eISSN: 2449-8580
ISSN: 1734-3402
Family Medicine & Primary Care Review
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vol. 21
Review paper

A practical guide to cryptorchidism for the primary care physician

Jennifer Margaret Lovin
Nazih Khater
John A. Mata

Family Medicine & Primary Care Review 2019; 21(1): 78–82
Online publish date: 2019/03/22
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Cryptorchidism, also known as undescended testis, affects 3–5% of full term male infants at birth and 23% of preterm or low birth weight infants. Current guidelines recommend that all boys with cryptorchidism without testicular descent by 6 months of age be referred to an appropriate specialist for evaluation, with surgery preferably performed by 18 months. We aim to examine areas of controversy still being debated by reviewing published articles, in order to provide primary providers with a practical guide to diagnosis and management of the undescended testis. Our review examined published articles from 2000 to 2018, related to undescended testes, and their management. 32 articles were reviewed from 2000 to 2018 and showed with a high level of evidence that failure of testicular descent by 6 months of age (gestational) should prompt referral to an appropriate specialist. Physical exam is crucial. The main concerns for patients with cryptorchidism are the increased risk of testicular cancer and sub fertility. Routine use of scrotal ultrasound is not recommended in the evaluation of cryptorchidism. Diagnostic laparoscopy serves to confirm the presence of an intra-abdominal testicle. Surgical intervention within 18 months of age is imperative. Cryptorchidism should be corrected surgically between 6 months and 18 months of age. Early detection with diagnostic laparoscopy is the standard of care for treatment of palpable, undescended testis.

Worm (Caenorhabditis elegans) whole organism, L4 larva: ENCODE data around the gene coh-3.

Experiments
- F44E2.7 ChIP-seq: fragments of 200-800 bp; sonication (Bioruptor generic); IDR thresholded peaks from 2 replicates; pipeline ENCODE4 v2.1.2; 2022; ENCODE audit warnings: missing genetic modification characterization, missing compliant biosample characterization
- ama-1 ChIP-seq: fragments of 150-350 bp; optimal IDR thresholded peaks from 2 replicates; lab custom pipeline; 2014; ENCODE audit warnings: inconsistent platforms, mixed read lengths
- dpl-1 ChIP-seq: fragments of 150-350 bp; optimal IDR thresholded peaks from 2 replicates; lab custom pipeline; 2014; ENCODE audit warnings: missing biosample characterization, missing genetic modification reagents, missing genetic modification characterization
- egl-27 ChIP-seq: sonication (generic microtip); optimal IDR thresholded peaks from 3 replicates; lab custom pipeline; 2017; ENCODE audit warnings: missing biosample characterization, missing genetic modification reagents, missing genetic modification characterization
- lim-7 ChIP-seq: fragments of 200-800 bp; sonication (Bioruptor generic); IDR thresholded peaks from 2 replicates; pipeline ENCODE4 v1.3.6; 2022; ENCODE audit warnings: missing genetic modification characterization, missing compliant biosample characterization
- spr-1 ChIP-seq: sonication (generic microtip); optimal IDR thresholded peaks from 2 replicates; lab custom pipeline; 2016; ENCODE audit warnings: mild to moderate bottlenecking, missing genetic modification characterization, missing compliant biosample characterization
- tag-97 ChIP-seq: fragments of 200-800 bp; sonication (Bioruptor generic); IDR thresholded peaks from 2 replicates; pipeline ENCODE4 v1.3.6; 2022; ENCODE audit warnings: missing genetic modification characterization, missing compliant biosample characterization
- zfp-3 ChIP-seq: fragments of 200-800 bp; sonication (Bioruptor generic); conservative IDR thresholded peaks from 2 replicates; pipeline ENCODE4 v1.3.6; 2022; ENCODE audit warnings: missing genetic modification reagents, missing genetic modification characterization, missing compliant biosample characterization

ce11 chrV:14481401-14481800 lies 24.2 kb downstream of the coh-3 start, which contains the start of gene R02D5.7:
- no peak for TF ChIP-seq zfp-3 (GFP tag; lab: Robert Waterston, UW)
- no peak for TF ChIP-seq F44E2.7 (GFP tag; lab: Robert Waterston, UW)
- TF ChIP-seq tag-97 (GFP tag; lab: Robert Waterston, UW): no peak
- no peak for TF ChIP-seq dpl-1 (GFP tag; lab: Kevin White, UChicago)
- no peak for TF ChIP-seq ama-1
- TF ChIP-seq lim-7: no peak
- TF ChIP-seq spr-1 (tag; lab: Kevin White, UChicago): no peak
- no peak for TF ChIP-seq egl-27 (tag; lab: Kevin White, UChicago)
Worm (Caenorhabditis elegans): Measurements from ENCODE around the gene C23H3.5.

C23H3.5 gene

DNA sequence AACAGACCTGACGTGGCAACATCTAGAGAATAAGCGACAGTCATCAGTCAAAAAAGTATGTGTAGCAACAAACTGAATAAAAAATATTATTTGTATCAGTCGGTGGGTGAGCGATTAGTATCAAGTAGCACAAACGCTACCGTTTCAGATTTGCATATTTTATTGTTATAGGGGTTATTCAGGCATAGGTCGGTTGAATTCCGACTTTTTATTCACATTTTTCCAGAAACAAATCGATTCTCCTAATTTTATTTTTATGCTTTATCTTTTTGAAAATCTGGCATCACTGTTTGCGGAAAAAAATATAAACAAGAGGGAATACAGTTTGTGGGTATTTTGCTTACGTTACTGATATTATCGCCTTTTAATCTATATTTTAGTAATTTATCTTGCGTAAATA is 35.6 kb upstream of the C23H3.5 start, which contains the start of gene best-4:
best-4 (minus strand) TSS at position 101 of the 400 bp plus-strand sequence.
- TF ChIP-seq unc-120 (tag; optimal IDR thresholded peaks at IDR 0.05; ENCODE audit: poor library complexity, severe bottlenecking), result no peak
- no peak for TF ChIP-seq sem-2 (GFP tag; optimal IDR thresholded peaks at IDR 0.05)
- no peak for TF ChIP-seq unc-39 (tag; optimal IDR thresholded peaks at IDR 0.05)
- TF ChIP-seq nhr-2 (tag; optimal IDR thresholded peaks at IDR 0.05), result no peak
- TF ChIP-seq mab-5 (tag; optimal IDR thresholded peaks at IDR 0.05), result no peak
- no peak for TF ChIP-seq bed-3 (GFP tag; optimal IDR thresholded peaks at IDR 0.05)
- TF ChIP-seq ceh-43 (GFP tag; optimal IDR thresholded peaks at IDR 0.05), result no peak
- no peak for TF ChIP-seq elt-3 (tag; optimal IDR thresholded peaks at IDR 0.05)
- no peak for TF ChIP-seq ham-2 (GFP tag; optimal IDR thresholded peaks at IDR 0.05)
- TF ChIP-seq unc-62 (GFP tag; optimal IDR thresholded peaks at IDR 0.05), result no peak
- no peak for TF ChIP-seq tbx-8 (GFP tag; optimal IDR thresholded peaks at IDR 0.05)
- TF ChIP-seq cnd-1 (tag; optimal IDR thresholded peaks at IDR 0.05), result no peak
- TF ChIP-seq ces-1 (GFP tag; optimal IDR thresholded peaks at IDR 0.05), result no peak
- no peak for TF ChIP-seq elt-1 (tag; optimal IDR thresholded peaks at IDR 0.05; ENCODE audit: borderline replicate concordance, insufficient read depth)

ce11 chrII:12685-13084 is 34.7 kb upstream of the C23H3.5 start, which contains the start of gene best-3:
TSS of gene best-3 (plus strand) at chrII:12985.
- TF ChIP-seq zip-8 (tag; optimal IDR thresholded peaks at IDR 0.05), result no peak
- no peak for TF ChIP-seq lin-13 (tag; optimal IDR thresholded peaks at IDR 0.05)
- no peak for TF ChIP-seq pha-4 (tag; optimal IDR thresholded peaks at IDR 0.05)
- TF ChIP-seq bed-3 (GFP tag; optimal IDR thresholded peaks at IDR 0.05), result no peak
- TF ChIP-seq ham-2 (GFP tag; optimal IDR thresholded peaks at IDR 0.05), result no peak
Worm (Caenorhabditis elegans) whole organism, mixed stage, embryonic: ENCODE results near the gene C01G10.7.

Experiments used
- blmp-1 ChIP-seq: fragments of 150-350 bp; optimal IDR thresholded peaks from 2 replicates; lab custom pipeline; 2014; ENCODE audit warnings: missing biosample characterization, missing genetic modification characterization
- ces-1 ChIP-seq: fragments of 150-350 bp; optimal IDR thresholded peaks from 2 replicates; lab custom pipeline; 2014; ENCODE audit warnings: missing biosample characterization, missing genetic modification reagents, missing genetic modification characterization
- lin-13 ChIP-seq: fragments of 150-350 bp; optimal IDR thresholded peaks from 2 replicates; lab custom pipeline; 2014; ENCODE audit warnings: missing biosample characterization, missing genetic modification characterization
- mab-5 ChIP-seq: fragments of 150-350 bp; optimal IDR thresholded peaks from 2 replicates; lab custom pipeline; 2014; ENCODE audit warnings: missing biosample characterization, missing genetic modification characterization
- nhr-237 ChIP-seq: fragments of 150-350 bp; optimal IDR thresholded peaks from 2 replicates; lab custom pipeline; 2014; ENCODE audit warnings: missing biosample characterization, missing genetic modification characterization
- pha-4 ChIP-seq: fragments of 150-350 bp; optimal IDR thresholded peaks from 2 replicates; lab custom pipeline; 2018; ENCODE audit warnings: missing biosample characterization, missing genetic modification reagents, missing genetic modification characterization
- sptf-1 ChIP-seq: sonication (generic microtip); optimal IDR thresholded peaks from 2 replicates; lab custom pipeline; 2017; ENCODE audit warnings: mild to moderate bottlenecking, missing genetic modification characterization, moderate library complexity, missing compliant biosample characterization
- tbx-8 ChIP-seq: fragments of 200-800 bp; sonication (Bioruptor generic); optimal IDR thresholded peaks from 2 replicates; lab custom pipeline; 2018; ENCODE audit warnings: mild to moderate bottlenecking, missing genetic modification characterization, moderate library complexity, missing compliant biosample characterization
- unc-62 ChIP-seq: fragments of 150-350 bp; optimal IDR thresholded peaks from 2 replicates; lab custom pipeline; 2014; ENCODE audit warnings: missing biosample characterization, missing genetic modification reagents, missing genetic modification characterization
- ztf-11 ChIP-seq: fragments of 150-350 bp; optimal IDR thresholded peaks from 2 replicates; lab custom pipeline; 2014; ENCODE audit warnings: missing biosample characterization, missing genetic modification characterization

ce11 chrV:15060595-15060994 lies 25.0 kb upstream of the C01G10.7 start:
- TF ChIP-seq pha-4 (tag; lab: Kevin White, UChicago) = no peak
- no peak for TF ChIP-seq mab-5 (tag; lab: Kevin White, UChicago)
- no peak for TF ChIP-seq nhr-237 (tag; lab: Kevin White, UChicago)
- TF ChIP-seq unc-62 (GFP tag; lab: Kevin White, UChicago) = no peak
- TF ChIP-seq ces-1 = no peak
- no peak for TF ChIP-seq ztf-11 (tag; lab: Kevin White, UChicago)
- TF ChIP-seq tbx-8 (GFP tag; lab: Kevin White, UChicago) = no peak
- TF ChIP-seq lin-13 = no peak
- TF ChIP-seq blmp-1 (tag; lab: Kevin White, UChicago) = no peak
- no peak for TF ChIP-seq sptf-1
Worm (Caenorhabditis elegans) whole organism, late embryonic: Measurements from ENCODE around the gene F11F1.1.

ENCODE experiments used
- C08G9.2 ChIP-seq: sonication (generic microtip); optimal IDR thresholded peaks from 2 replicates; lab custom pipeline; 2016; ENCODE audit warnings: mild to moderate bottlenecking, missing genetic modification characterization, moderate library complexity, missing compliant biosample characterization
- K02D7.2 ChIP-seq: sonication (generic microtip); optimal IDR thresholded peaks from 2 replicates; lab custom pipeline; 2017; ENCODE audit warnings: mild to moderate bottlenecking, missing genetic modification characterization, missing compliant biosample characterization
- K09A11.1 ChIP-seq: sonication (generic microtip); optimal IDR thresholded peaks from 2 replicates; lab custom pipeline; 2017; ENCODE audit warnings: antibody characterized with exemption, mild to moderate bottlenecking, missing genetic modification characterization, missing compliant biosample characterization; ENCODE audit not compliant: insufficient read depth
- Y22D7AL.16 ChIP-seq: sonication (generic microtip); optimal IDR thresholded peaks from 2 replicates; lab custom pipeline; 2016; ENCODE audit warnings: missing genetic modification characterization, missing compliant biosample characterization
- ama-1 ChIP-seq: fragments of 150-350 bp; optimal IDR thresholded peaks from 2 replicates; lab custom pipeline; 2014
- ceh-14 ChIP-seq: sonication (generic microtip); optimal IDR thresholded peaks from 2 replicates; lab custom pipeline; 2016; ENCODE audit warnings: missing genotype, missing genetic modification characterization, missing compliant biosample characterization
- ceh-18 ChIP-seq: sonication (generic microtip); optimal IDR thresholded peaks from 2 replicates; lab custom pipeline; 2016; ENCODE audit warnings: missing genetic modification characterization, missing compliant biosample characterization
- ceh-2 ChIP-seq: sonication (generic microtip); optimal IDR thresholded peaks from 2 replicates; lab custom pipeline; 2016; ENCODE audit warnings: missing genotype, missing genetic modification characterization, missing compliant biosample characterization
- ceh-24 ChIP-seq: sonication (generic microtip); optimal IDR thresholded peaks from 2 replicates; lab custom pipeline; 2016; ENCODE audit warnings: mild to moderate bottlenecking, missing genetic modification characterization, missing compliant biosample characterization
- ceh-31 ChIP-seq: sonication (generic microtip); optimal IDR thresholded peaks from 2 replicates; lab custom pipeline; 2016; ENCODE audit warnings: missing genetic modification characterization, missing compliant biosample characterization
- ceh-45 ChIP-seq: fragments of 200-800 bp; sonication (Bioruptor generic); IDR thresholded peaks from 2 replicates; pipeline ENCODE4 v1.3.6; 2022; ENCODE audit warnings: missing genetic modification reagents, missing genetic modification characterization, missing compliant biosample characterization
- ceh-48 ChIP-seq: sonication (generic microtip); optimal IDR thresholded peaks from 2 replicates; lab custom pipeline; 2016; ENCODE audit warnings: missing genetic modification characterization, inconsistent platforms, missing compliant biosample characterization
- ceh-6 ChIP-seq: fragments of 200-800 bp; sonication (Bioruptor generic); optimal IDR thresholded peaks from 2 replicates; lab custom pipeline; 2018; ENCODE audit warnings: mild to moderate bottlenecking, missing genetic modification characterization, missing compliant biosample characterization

cryptorchidism, physicians, primary care, orchiopexy

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